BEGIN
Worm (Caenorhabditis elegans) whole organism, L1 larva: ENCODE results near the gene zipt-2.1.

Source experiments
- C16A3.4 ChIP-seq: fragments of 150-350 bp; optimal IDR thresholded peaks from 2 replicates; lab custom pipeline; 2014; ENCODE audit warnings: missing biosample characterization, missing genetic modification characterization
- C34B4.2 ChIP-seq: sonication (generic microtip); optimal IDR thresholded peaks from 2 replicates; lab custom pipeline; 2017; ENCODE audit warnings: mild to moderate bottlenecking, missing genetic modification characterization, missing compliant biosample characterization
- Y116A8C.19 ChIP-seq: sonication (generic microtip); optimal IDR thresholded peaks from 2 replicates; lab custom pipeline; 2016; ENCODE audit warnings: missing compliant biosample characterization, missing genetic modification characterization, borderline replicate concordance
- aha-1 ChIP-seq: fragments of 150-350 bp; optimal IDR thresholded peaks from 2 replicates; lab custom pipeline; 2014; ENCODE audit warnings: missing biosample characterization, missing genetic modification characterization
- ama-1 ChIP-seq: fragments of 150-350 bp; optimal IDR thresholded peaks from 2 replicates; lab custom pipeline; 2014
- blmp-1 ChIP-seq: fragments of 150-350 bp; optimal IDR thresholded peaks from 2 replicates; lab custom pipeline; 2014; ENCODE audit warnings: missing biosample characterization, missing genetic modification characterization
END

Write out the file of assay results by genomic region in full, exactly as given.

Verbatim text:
Worm (Caenorhabditis elegans) whole organism, L1 larva: ENCODE results near the gene zipt-2.1.

Source experiments
- C16A3.4 ChIP-seq: fragments of 150-350 bp; optimal IDR thresholded peaks from 2 replicates; lab custom pipeline; 2014; ENCODE audit warnings: missing biosample characterization, missing genetic modification characterization
- C34B4.2 ChIP-seq: sonication (generic microtip); optimal IDR thresholded peaks from 2 replicates; lab custom pipeline; 2017; ENCODE audit warnings: mild to moderate bottlenecking, missing genetic modification characterization, missing compliant biosample characterization
- Y116A8C.19 ChIP-seq: sonication (generic microtip); optimal IDR thresholded peaks from 2 replicates; lab custom pipeline; 2016; ENCODE audit warnings: missing compliant biosample characterization, missing genetic modification characterization, borderline replicate concordance
- aha-1 ChIP-seq: fragments of 150-350 bp; optimal IDR thresholded peaks from 2 replicates; lab custom pipeline; 2014; ENCODE audit warnings: missing biosample characterization, missing genetic modification characterization
- ama-1 ChIP-seq: fragments of 150-350 bp; optimal IDR thresholded peaks from 2 replicates; lab custom pipeline; 2014
- blmp-1 ChIP-seq: fragments of 150-350 bp; optimal IDR thresholded peaks from 2 replicates; lab custom pipeline; 2014; ENCODE audit warnings: missing biosample characterization, missing genetic modification characterization